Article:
United – towards an overwhelming ANC election victory!

The Central Committee (CC) of the South African Communist Party received and debated an extensive political report presented by the secretariat. In the run-up to the elections we believe it is important to celebrate the achievements and assess the challenges and difficulties of ten years of freedom. In particular the CC underlined two key aspects of our government’s own assessment of the past 10 years. In its important ten-year overview (“Towards a Ten Year Review”) government notes: “The advances made in the first decade by far supersede the weaknesses. Yet, if all indicators were to continue along the same trajectory, especially in respect of the dynamic of economic inclusion and exclusion, we could soon reach a point where the negatives start to overwhelm the positives.” We note that others, like the Democratic Alliance’s Tony Leon, have also quoted this passage for their own purposes and with some malign glee. However, what they have failed to quote is another critical insight contained in government’s ten year review: “From an assessment of the various themes, it can be seen that the government’s successes occur more often in areas where it has significant control and its lack of immediate success occurs more often in those areas where it may only have indirect influence.” Taken together, these and other critical strategic insights go to the heart of the matter. This appraisal by government explains the ANC election manifesto’s commitment to a strong, developmental state and parastatal sector. It explains the commitment to spend R100 billion of public money to drive a massive infrastructural programme. It explains the prioritisation of creating work and of mobilising millions of ordinary South Africans to work together with government to carry forward transformation. As government’s review correctly implies, wherever there has been a reliance on private capital to drive transformation, there has been disappointment and frustration. In its elections campaigning for an overwhelming ANC victory, the SACP will point out how capitalists have systematically sought to undermine major gains. The very significant legislative and regulatory gains made by workers in terms of labour rights, safety regulations, minimum wage determinations for farm and domestic workers, or security of tenure rights on farms are often systematically undermined. Private capital has retrenched, casualised and outsourced – depriving workers of the hard fought-for gains they had made in terms of pensions, medical aid and other rights. Private capital has made solemn commitments to create jobs at the Jobs Summit and the Growth and Development Summit, but everywhere it is importing machinery and firing workers, or disinvesting. In the election campaign the SACP has every intention of placing the principal blame for many of the social and economic challenges that confront our people squarely where it belongs. As we speak, there are a number of worker struggles going on. One strong thread that runs through these is the impact of casualisation and outsourcing, and of retrenchment. We condemn the stubbornness of Equity Aviation in persisting with its unilateral increase of working hours without increasing wages, and we call on Transnet to assume some responsibility. It was Transnet that privatised this function and reached an agreement with affected workers that there would be no downward variation of conditions for a period of about two years. This agreement has been flagrantly broken. The CC pledged to mobilise SACP structures in support of these worker struggles. In the campaign, the SACP will be taking further its Red October campaign, focusing in particular on the most vulnerable sectors of the working class – rural workers, casualised workers, those in the “informal” sector. Vulnerability in these sectors often particularly affects women. We are broadening this campaign to focus on acceleration of land and agrarian transformation, with a particular focus on access to productive land for household-based subsistence farming. We will also be engaging all the role-players in this regard, including white commercial agriculture. The Party, along with the ANC, will also be paying particular attention to two key provinces, KZN and the Western Cape . In these provinces in particular, there are sections of the working class that, for various reasons, have tended to vote for opposition parties. The SACP will actively engage with these sections of the working class, and we will ask them to consider the consistent anti-worker, anti-trade union, and anti-poor stance of the DA and the IFP. These parties are also the strongest advocates of wholesale privatisation, outsourcing and casualisation. Dominated by grandees from the past, they have launched vicious attacks on working people, calling for less regulation of the labour market, and for poverty wages.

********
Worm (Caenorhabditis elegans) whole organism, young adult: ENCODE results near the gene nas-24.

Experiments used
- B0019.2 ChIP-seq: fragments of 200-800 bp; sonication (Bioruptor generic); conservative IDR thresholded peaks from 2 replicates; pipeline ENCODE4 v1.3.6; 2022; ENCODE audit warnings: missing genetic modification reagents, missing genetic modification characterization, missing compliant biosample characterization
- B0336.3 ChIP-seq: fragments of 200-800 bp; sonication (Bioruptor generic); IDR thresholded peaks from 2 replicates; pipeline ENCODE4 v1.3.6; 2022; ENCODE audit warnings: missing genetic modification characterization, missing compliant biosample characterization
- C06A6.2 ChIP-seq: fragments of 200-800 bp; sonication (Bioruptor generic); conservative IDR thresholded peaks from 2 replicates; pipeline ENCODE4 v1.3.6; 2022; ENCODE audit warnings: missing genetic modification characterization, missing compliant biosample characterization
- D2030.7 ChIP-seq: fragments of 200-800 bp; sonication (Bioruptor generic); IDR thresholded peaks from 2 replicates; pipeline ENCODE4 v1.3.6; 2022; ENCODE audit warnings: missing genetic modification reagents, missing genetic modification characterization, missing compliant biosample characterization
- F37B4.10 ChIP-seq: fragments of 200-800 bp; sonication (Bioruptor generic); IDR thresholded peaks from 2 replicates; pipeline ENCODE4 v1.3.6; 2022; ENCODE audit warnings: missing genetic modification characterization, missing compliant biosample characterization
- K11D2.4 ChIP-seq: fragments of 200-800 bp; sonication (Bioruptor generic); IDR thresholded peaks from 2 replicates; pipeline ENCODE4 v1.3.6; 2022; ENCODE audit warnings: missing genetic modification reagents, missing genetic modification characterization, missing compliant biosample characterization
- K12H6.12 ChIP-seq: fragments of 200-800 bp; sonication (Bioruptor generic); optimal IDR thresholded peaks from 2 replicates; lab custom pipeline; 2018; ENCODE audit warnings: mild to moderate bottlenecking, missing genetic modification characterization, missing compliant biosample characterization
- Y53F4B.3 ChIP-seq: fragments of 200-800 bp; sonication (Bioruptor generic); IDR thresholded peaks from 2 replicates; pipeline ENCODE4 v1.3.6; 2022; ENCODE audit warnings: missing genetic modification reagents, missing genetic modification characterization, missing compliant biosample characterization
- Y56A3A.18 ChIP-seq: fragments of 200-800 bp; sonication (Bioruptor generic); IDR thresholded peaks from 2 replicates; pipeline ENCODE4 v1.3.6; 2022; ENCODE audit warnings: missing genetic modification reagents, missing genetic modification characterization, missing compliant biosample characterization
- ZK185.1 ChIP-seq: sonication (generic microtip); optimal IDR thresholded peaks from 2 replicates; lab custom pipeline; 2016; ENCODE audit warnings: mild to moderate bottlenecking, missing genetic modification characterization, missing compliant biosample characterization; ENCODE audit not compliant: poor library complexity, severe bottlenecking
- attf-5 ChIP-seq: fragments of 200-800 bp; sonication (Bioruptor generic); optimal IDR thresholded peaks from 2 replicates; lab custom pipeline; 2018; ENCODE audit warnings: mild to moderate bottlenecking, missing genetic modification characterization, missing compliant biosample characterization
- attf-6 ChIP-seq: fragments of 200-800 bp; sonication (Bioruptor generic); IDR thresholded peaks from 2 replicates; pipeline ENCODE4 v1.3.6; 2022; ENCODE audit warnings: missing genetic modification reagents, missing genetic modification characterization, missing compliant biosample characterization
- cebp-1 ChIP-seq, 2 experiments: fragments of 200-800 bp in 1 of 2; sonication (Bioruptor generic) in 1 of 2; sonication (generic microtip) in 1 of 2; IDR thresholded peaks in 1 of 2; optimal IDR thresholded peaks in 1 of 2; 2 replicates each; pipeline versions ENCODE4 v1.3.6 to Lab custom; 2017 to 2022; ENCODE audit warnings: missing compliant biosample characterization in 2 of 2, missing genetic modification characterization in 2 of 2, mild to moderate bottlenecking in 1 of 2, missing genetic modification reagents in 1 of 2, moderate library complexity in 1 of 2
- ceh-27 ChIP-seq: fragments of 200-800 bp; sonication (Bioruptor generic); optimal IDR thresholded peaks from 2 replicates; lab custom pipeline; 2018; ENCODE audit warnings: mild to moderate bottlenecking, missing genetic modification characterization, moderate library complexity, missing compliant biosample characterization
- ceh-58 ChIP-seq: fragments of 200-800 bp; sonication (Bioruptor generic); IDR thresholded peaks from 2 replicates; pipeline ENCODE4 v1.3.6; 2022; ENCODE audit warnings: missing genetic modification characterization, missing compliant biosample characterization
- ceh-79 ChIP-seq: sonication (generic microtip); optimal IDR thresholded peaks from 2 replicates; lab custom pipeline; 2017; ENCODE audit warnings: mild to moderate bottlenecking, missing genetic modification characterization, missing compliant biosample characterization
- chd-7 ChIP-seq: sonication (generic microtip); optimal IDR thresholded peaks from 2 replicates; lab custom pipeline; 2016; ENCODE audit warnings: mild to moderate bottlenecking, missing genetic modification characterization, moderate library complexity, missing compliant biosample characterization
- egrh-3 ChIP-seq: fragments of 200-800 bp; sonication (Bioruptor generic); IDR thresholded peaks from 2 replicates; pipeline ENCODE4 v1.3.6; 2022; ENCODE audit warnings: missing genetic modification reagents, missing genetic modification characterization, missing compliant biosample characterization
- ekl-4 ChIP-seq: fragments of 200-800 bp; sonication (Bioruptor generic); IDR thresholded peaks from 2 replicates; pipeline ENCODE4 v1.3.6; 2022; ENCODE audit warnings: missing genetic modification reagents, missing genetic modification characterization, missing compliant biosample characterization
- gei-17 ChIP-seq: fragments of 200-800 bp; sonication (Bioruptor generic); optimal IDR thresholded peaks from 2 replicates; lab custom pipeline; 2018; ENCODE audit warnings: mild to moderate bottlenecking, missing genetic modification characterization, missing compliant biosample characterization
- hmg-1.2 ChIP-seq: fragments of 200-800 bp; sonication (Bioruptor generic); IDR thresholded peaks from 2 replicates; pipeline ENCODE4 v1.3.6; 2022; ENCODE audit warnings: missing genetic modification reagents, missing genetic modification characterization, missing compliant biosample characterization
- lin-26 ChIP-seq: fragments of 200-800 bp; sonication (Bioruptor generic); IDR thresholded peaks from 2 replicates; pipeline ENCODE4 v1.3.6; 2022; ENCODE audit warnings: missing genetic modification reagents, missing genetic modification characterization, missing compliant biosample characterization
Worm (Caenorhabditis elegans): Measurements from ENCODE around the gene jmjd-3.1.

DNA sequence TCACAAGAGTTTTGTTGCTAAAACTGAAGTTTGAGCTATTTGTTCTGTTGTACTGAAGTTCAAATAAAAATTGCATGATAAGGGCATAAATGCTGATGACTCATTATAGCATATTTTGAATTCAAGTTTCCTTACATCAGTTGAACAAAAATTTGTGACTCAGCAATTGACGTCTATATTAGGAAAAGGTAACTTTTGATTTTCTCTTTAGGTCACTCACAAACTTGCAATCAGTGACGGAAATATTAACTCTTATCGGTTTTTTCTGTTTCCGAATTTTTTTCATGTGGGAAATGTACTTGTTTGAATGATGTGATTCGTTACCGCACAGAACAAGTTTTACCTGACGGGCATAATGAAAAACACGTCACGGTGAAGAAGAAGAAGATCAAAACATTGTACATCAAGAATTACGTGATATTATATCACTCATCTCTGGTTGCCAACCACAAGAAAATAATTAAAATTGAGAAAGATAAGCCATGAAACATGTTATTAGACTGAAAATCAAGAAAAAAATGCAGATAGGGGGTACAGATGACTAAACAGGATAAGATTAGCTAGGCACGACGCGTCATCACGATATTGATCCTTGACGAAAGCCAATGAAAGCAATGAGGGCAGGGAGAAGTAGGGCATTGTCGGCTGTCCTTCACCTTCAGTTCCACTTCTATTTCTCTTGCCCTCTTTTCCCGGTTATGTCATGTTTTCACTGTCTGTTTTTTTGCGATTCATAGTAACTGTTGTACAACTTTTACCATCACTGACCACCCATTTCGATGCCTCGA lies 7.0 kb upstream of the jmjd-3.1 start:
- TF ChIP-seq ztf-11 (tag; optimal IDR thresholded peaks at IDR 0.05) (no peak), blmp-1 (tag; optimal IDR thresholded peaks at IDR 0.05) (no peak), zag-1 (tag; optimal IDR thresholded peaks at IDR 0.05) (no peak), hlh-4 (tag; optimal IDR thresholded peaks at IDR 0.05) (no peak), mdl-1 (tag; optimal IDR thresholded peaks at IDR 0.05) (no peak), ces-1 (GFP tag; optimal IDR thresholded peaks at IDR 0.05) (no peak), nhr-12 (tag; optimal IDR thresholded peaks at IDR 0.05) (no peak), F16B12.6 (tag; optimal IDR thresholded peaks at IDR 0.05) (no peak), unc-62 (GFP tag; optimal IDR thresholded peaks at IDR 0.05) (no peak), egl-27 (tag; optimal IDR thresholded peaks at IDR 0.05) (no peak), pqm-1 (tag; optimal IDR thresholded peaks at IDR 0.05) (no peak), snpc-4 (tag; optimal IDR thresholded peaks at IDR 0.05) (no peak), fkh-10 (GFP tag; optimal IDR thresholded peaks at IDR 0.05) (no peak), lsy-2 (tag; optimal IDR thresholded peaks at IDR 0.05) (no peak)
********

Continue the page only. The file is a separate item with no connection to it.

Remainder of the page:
Extract from a press statement of the South African Communist Party Central Committee, 13-14 February 2004